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Valley City Police Force Is Proposed


A group of City Council candidates on the San Fernando Valley secession ballot said Thursday that the Valley should form its own police force and increase the number of officers in the area from 1,500 to 4,000.

The proposal is part of the candidates' "Vision Statement for the San Fernando Valley."

It was released Thursday by candidates Kim Thompson of the proposed 1st District, Jose Roy Garcia of the 7th, Joyce Pearson of the 8th, Ron Cleary of the 9th and Richard Leyner of the 13th.

Pearson, an attorney, said a Valley city would pay for the expanded police force with money saved from annual reductions in separation payments that the new municipality would have to make to Los Angeles.

The payments would start at $127 million and drop by 5% a year. Pearson said it would take about five years to hire 2,500 more officers. "The new city would have flexibility to put [money] into policing as a top priority," she added.

Kam Kuwata, an advisor to Mayor James K. Hahn's anti-secession campaign, scoffed at the candidates' proposal.

"The city of Los Angeles is involved in increasing the police force already and is actively recruiting," Kuwata said. "The difference is in Los Angeles we are going to have the money to pay for that. In a new Valley city, where they are talking about cutting this tax and that tax, I don't know where they are going to find the funds."

The candidates' vision statement calls for drafting a master plan for "controlled growth" in a new city, and giving neighborhood councils a role in government decisions.

The candidates also said a Valley city should determine whether the Sunshine Canyon Landfill near Granada Hills can be phased out and the trash burned to create energy.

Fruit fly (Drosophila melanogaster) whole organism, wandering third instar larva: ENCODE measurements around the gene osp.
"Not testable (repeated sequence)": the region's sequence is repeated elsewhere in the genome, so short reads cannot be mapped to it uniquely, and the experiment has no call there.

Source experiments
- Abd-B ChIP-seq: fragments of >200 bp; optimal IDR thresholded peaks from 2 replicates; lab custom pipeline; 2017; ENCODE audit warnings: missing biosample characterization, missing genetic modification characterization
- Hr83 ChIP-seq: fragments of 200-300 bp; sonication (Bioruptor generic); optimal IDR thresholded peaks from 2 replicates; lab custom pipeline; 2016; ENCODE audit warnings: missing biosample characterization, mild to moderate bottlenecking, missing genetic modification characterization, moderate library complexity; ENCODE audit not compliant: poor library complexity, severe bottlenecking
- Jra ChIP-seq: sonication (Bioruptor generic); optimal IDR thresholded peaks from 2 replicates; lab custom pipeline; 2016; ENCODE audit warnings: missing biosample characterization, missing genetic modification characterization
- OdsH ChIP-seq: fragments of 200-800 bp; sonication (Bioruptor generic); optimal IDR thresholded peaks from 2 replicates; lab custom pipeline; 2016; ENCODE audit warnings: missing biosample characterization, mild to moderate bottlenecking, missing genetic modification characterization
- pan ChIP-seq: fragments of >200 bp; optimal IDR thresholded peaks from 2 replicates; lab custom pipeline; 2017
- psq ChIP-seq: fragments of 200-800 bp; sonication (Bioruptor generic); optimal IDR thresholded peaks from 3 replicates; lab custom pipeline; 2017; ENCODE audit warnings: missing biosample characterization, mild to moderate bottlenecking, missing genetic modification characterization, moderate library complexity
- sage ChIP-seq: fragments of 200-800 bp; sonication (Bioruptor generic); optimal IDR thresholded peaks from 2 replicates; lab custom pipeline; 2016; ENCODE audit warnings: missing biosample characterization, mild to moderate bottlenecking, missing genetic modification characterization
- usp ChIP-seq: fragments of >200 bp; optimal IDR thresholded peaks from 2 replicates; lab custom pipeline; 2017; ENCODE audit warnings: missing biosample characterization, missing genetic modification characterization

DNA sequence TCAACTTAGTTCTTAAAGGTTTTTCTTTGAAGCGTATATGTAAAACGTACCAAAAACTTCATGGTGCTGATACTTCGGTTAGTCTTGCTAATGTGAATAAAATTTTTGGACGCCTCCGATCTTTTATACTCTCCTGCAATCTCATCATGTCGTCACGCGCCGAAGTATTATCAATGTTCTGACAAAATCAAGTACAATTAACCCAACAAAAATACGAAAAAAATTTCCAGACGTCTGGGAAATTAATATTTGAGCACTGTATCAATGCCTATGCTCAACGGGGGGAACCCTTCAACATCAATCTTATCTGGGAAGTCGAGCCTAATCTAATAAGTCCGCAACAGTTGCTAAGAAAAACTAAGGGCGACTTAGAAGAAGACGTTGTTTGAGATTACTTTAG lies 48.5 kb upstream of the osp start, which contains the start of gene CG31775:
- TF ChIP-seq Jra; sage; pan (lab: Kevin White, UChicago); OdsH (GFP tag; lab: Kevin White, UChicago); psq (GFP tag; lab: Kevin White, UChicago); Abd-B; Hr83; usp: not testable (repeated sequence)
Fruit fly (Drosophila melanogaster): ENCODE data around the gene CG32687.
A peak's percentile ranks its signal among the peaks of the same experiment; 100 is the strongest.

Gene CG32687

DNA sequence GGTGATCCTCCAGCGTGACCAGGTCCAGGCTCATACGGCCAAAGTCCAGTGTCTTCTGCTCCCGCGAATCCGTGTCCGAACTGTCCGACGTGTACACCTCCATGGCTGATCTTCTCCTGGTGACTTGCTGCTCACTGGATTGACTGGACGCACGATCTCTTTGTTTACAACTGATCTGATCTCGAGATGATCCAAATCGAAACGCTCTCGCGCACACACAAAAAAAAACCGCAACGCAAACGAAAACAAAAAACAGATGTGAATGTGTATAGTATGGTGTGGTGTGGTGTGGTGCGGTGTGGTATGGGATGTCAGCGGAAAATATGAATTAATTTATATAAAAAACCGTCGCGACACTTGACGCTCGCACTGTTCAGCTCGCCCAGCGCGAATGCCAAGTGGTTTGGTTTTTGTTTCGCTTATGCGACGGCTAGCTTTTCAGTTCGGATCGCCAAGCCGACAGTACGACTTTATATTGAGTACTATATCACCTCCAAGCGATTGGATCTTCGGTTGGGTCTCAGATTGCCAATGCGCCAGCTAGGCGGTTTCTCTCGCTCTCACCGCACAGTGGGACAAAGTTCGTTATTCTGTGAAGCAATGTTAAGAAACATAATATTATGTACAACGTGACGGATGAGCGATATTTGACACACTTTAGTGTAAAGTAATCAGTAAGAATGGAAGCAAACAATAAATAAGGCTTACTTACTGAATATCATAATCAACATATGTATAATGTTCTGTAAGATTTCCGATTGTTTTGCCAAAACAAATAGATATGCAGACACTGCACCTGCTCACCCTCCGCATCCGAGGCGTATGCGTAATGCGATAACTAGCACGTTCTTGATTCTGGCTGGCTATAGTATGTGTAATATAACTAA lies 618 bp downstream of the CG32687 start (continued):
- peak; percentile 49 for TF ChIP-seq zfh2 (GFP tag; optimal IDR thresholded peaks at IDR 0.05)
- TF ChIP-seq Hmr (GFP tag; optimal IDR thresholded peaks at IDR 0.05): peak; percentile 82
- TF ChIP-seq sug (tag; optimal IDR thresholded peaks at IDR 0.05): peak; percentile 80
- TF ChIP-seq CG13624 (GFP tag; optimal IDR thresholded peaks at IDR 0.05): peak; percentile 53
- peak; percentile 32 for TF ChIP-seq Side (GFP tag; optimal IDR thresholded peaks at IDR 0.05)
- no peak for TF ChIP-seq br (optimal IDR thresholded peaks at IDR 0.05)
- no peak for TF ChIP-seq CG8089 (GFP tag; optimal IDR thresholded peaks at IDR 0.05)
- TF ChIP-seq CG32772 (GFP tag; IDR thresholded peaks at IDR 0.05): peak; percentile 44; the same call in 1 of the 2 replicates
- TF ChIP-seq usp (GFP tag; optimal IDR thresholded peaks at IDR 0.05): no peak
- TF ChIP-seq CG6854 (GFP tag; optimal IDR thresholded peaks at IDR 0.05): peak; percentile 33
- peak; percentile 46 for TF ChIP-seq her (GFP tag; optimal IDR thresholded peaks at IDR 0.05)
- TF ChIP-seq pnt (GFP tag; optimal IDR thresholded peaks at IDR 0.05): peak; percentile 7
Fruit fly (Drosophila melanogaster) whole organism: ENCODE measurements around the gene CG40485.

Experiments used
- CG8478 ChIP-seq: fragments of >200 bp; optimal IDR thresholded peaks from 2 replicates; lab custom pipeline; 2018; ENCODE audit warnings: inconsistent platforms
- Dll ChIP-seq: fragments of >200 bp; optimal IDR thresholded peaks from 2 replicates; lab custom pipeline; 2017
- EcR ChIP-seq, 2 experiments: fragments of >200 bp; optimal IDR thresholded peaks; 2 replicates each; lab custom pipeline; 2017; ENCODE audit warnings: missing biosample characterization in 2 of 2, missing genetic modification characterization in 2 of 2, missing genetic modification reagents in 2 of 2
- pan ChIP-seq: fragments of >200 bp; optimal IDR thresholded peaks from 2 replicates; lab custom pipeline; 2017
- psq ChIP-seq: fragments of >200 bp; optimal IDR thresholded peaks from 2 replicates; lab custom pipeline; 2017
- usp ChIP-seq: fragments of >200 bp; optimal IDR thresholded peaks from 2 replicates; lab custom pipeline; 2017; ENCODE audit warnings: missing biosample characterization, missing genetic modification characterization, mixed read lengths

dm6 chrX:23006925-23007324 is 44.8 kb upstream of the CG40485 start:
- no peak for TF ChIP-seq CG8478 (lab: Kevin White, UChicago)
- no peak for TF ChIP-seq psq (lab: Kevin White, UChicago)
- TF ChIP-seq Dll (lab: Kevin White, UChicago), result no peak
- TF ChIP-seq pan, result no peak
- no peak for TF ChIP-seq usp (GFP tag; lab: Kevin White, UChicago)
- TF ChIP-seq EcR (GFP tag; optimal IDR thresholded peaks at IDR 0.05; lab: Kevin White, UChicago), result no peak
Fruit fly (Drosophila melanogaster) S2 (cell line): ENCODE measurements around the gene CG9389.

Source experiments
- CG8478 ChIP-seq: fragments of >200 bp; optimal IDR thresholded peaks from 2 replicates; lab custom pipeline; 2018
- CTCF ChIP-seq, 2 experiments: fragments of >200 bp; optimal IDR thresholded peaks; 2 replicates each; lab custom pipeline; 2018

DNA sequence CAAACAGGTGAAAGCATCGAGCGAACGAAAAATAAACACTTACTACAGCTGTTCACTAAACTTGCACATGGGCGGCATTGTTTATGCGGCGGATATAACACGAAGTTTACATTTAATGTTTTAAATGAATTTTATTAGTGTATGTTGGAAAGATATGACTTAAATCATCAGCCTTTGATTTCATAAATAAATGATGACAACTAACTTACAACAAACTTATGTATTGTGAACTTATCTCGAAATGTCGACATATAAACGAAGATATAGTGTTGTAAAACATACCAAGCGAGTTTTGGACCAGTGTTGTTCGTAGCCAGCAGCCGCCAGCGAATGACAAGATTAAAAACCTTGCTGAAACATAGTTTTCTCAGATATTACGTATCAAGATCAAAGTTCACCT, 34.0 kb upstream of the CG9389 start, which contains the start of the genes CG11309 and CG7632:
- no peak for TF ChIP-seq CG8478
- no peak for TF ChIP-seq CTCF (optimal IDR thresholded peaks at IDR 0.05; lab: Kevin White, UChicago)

Also Thursday, Valley mayoral candidate Keith Richman released his blueprint for improving city services, which includes increasing from one to four the number of rapid bus lines planned for dedicated right-of-ways in the area.

Richman also said a Valley city should lobby the state and federal governments to fund construction of light rail or monorail lines along the Ventura, San Diego and Golden State freeways.

"A smart use of rail can help relieve freeway congestions [and] is a much more cost-effective way to reduce congestion than the subway system promoted by the downtown interests," Richman said.

Kuwata said Richman's proposals were unrealistic, given the lack of available funding. "There should be a big sign that says, 'Voter Beware of Promises,' " he said.

The offices sought by the candidates will exist only if secession wins in the Nov. 5 election.

Meanwhile, Hollywood secessionists said Thursday that they have asked a county commission to prepare a petition for creating a separate Hollywood school district. The district would be carved out of the Los Angeles Unified School District.

The November secession measures have nothing to do with schools. But secessionists argue that Hollywood's best chance of getting its own school district is to first secede from the city.

"The only way breaking up the LAUSD can be done is if Hollywood is its own city because the city of Los Angeles will never allow it to happen otherwise," said campaign manager Geoffrey Garfield. "They're all about maintaining the status quo."

School district breakups are subject to approval by the state Board of Education. Last year, the board rejected a bid by Valley residents to split two districts off from L.A. Unified.


Times staff writer Nita Lelyveld contributed to this report.

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